My final reflection on this experience I could not include in my TED Talk….I needed the reflection time after for its message to crystallise although it did pop into my conscious mind as I was in the process…..and that is:

The “MAKING” of a speech is in itself an enormous act of personal ( and professional) innovation and courage.

It forces you to let go of fear, to find courage, to hold opposable ideas in your mind, to anticipate objections, to think with both reason and emotion, to experiment, to fail, to stand up and try again.

(The proviso is that you do it yourself…don’t outsource it! )

And THAT’s why I’d jump at another opportunity like this. Speeches are a pain…they take HOURS to prepare, can totally tank if you misread your brief, but you learn so much about how to communicate and engage others in the process.

So here’s my next big idea:

I think delivering an 18 minute speech on a big idea or value should be a mandatory hiring test for all people leaders!  

( Hint: That may be an idea worth spreading! What do you think? Shall I start working on that in case someone wants to give me another go at this? )

(On 25 Nov I received the video link to YOUTUBE- so now you can see me in my imperfect glory…and you can see I’m actually having fun!) 

 

Advertisements

Losing my virginity: Review of my first TED live at Oxford, England, 2010

Good morning at 200km/h on board the 7:30 am Oxford to London train. I am
meeting ( on a Saturday morning no less!) the lovely @annemcx  for a quick
champagne at the refurbished St Pancras station that I hadn’t seen since
its opening. Then its onwards to Heathrow and Bangalore, India.

This is a rare hour of fasting after a bloated week of
intellectual gluttony at the table of TED. But the city of Oxford with it’s
breathtaking natural beauty, magnificent architecture and centuries old
culture in pursuit of knowledge equally contributed to the Epicurean
overload. There is only so much a girl can absorb, so I have had to pace
myself carefully – I still have 12 days to go and India and China lie
ahead!

To summarise, TED is FULL-ON!

I am nor sure they have perfected the formula yet, but given how profitable
TED is, it is clearly a highly successful recipe. Even so, they are open to
feedback, and here are some of my observations.

I had a stimulating experience, met interesting people outside of my usual
swimming stream ( everything is outside my usual swimming stream given
where I usually swim in the South Pacific) , expanded my perspectives and
insight into a few areas and picked up a few ideas to introduce for
Amplify.

Was I blown away? Afraid other than the live performance delivered up close
and personal by Annie Lennox, I didn’t get goosebumps or cried or laughed
till it hurt, but then again, I am quite hyper-connected and insatiably
curious already. As most innovators say, there’s nothing new under the
sun, just new combinations. On that score, a Dutch lady researching
products involving pigs was amusingly revelatory.

As far as conference logistics go, I found the sessions too long and my
attention wandered. Each session runs around 105 minutes or 1&3/4 hours and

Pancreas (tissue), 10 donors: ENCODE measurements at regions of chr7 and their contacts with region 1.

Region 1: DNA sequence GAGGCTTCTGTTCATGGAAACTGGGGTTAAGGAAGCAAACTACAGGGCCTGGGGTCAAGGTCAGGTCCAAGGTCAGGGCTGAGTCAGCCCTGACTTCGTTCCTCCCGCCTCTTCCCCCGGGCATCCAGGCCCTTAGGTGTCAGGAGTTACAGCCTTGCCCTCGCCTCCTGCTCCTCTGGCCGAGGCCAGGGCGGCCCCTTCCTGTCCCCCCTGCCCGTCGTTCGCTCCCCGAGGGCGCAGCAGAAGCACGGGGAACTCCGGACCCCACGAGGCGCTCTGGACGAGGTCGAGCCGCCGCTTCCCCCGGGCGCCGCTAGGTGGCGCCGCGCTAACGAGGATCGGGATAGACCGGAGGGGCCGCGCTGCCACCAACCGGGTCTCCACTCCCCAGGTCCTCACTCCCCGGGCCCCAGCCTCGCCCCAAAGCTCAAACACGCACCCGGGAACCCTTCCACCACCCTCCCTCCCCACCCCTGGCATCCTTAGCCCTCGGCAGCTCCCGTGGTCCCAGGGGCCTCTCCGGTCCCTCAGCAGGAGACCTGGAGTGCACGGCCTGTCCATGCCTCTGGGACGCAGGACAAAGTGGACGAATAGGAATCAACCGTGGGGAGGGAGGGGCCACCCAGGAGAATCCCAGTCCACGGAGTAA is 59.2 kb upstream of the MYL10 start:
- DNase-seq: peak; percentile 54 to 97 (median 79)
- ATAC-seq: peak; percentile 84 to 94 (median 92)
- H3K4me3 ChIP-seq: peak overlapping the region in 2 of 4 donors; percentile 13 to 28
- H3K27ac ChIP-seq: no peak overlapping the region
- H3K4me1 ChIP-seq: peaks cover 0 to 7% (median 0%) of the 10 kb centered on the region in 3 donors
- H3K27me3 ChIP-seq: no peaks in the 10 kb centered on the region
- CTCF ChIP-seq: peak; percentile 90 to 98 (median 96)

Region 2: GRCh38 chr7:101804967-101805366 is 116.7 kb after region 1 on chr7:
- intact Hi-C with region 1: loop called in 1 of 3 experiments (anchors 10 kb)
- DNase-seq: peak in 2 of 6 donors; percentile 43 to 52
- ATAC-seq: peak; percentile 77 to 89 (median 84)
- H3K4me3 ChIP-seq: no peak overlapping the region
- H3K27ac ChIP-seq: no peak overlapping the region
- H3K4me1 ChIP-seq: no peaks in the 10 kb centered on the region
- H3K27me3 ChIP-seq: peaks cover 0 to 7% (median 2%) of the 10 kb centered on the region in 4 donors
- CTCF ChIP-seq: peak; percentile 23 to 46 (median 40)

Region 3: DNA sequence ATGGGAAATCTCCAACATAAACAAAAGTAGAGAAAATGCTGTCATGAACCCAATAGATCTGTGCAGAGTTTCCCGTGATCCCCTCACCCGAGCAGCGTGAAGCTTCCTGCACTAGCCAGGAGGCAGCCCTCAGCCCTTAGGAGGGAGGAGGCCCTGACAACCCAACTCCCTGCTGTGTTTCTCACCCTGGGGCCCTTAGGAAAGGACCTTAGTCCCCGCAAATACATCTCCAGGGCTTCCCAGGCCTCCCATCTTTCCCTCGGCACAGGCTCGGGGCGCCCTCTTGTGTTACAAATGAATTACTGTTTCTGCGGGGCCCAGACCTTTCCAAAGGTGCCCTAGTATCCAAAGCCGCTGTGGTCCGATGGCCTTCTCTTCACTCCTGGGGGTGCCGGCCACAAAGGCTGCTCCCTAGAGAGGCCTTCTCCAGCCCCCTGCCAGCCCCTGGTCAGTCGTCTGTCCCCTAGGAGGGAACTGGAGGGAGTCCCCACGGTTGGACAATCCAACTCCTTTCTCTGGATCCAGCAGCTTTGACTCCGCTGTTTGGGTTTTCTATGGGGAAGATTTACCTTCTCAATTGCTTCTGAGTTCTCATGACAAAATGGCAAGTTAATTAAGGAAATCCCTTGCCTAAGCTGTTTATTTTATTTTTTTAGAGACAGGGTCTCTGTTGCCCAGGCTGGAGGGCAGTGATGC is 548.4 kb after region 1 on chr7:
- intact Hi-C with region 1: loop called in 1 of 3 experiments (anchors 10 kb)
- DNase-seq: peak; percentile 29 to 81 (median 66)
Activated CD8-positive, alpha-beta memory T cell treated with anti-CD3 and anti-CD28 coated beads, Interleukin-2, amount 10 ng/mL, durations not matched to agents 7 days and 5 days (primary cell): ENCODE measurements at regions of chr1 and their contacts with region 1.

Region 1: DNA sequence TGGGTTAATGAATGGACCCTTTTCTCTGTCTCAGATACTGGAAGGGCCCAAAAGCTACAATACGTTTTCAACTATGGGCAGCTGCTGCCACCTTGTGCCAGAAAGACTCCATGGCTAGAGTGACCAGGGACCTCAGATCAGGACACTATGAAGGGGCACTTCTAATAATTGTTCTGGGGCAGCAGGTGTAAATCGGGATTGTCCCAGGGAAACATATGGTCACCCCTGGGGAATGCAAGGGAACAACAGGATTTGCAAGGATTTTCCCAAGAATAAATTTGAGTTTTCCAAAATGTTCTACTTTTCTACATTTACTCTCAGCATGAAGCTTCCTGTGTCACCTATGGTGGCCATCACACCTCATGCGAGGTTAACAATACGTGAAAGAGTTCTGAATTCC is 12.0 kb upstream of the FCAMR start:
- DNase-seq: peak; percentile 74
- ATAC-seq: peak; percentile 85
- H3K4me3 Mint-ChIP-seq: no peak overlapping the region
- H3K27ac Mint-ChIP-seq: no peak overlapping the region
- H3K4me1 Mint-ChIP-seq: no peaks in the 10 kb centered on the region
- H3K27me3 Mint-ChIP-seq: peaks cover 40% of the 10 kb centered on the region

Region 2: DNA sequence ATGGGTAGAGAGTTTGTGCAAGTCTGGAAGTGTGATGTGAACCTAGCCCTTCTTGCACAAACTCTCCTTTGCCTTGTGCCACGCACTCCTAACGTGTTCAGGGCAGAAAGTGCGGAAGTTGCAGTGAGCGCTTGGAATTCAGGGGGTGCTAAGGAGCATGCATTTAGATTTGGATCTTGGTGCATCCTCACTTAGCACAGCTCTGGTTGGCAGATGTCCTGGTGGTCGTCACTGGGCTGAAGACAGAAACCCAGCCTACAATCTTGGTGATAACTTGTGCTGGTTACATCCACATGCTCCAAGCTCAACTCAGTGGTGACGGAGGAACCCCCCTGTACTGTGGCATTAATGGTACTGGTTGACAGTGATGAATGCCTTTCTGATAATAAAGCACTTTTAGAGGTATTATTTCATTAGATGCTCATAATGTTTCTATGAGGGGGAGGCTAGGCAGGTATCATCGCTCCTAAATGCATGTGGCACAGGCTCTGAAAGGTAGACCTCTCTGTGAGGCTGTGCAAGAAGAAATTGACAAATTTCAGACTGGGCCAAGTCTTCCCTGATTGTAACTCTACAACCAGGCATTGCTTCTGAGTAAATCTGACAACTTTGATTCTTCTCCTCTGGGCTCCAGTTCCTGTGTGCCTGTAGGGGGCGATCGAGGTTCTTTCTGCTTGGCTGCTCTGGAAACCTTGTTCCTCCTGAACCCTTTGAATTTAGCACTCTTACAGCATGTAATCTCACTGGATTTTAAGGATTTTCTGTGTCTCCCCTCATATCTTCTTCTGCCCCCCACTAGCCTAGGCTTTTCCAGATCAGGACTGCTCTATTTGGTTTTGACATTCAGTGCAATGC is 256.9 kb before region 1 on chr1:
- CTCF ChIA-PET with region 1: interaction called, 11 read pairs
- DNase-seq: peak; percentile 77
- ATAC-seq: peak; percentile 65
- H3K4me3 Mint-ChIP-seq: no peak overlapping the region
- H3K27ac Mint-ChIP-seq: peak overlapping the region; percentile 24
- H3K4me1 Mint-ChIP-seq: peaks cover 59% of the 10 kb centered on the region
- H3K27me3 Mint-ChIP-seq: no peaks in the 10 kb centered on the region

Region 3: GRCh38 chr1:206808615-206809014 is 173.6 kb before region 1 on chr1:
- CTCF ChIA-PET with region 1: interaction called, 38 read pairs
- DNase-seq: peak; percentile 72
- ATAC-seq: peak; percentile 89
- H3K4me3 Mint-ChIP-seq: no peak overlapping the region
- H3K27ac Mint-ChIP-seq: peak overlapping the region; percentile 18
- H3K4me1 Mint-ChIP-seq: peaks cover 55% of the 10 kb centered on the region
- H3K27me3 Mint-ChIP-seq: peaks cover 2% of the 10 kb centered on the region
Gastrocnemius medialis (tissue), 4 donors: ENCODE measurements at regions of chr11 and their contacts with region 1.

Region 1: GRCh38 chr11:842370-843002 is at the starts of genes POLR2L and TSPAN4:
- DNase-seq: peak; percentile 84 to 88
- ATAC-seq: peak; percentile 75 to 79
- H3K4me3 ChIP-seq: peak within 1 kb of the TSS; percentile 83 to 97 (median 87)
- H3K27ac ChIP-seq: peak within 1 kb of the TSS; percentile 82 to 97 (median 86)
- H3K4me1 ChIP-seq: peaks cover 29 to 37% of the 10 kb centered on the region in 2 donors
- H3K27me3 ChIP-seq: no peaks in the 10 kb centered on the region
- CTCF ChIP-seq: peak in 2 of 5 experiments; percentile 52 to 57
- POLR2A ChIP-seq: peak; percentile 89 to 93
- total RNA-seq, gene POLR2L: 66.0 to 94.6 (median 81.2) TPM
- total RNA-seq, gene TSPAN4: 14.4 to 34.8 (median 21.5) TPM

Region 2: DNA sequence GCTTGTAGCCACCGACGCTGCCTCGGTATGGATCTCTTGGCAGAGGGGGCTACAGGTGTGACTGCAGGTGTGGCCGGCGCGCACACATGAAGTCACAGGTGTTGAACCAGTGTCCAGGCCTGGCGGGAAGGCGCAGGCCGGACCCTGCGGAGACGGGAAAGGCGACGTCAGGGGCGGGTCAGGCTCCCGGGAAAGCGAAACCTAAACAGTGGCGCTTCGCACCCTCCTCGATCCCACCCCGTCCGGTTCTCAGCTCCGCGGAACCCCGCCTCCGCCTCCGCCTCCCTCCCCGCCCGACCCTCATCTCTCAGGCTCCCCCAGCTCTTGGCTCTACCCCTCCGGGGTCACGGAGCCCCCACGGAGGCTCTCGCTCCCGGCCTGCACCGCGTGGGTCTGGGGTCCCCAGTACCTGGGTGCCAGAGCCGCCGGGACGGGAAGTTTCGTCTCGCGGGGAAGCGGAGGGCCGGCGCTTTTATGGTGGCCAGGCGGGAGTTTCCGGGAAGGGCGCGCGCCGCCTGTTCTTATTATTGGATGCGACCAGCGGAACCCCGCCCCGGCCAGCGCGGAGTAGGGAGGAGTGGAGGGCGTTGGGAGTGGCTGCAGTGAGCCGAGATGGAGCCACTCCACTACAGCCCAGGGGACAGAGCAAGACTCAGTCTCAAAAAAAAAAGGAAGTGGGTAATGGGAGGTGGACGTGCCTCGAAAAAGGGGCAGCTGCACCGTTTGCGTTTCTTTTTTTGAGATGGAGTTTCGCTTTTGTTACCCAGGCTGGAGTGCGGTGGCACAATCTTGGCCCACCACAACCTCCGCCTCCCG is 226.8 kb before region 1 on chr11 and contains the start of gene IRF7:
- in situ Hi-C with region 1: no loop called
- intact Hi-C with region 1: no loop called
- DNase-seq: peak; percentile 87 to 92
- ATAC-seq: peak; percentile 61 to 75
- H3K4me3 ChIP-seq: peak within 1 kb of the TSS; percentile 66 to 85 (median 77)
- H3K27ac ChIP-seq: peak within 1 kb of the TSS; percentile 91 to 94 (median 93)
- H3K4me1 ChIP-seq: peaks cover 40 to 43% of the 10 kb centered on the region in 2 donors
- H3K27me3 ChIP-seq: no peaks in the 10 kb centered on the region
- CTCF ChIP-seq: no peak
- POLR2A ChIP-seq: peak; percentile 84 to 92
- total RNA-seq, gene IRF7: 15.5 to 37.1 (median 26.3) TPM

includes 5 back-to-back slots with a LOT of slides( 1 is sometimes music).
There are 4 of those a day, sandwiched between good long conversation
breaks, too long lunches and just long enough nightly feasts groaning under
the bounty of plentiful so typical of wealthy societies.

So, in a day, you hear from around 20 different presenters, see about 200
slides and film clips, meet about 50 new people, and this carries on for 5
days in a row! If every speaker delivers 3 key messages, that’s 60 per day,
or 300 for the week….not counting the ideas sparked in the conversations
with the countless very bright people, or the 10 books you may buy to
supplement your reading. Can you see why I was not adding to this cerebral
load by trying to maintain a constant Twitter stream and blog beyond
session 1- my RAM was having a helluva time processing just what was coming
at it.

Sitting here now trying to recall the session highlights week, it’s become
a bit of a blur already, and in 3 weeks from now I know my recall will be
even less. But does that really matter as long as my subconscious mind has
absorbed and connected these messages into my neural pathways? Or perhaps
Nicholas Carr, author of The Shallows, is right- my online habits have
shrunk my attention span? Or maybe Jonah Lehrer is right- maybe my parallel
processing capacity has expanded thanks to our increasing digital
ambidexterity. (I am not sure what it was prior to the Internet era, I
didn’t baseline it!) I reckon having those two speakers side by side at a
TED line-up would make for a provocative experience!

The theme of TED Global 2010 was “and now for the good news”. Maybe that’s why
newspapers don’t report it- it has low impact on us! I liked the first
session the best out of the whole day conference because it’s underlying
message about the pervasive narrative in our heads that drive our behaviour
is one that I totally subscribe to. A highlight from the week was a
continuation of a theme I picked up at the Aspen Ideas Festival from the